In his novels, many of Bernhard’s protagonists are either terminally ill, half-mad, or estranged from society as a whole. Much of his emphasis on illness and disease is because as a young man, he spent a number of years in hospitals and sanitariums because of a string of lung conditions, including tuberculosis.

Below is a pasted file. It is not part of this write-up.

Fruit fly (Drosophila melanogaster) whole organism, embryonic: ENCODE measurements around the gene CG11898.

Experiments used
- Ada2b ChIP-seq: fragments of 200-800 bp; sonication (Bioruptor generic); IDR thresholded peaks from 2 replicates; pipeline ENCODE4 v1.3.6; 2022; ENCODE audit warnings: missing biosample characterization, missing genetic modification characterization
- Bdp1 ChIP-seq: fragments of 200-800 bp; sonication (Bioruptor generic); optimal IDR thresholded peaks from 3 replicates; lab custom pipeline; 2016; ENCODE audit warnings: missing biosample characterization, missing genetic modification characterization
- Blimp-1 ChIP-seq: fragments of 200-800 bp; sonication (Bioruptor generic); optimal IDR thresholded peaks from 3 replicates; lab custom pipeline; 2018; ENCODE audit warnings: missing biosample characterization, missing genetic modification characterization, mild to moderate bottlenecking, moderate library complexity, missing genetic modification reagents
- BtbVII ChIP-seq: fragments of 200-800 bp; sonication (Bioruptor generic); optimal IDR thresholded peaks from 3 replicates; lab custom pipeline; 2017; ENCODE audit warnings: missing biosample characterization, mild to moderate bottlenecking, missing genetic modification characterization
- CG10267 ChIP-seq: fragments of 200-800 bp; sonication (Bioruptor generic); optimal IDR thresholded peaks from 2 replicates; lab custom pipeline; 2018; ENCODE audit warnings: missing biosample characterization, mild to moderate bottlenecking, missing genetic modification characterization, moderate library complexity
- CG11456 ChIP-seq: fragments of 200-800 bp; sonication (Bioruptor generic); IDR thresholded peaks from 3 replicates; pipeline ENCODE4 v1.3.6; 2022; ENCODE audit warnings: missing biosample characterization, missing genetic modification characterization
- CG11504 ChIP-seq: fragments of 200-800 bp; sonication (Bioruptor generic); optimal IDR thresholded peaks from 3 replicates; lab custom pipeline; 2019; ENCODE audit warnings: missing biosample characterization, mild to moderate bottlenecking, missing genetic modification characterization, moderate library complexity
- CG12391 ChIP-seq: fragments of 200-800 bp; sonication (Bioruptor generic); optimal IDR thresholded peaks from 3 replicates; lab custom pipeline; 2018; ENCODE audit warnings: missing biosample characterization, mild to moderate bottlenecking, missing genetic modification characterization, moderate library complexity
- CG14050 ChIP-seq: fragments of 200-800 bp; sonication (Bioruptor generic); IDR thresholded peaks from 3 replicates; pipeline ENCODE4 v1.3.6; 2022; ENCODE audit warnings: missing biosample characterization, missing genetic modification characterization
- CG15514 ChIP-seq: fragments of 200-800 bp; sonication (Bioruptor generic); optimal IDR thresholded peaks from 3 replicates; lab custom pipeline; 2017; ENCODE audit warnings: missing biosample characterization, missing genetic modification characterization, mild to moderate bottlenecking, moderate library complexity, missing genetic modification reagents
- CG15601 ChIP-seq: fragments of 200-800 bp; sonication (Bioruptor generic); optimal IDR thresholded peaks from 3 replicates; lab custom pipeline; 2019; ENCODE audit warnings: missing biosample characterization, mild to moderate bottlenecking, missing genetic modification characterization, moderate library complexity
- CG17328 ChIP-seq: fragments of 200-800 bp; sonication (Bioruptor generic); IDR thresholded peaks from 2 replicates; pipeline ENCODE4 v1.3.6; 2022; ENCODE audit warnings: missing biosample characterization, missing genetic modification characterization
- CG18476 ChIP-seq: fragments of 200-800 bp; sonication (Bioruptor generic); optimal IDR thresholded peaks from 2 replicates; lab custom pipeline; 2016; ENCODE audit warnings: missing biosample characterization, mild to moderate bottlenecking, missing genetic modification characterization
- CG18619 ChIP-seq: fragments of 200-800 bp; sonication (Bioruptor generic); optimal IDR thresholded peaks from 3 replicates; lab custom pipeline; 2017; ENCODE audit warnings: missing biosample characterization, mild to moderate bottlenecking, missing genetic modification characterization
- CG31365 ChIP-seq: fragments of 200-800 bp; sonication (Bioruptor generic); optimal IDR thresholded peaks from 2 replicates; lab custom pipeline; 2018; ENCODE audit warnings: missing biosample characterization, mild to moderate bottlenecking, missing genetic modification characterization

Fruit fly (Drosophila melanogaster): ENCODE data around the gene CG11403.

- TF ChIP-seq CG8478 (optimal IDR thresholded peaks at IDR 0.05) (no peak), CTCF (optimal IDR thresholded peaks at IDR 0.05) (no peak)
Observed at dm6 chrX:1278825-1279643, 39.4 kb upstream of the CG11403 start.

Chapters and conventional paragraph breaks are generally absent from his writing, and sentences sprawl on for sometimes pages at a time–this meandering, cyclical style of writing would go on to influence contemporary figures in world literature like Laszlo Krasznahorkai, Antonio Lobo Antuñes, and the late W.G. Sebald (particularly his work Austerlitz). It’s possible to appreciate Bernhard’s writing and realize at the same time that everything his narrators say can’t be the totality of Bernard’s worldview or even a worldview worth admiring, but the sort of damning, visceral condemnations that are a hallmark of Bernhard’s novelistic work are difficult to dismiss. In attempting to “hold up a mirror to his native Austria,” Bernhard accomplished something more universal. In essence, he showed us the inverse side of Abraham Lincoln’s “better angels of our nature.” Bernhard was able to capture what lies dormant in all of us, the kind of bitterness, pettiness, and sheer grotesquery that we’re all capable of.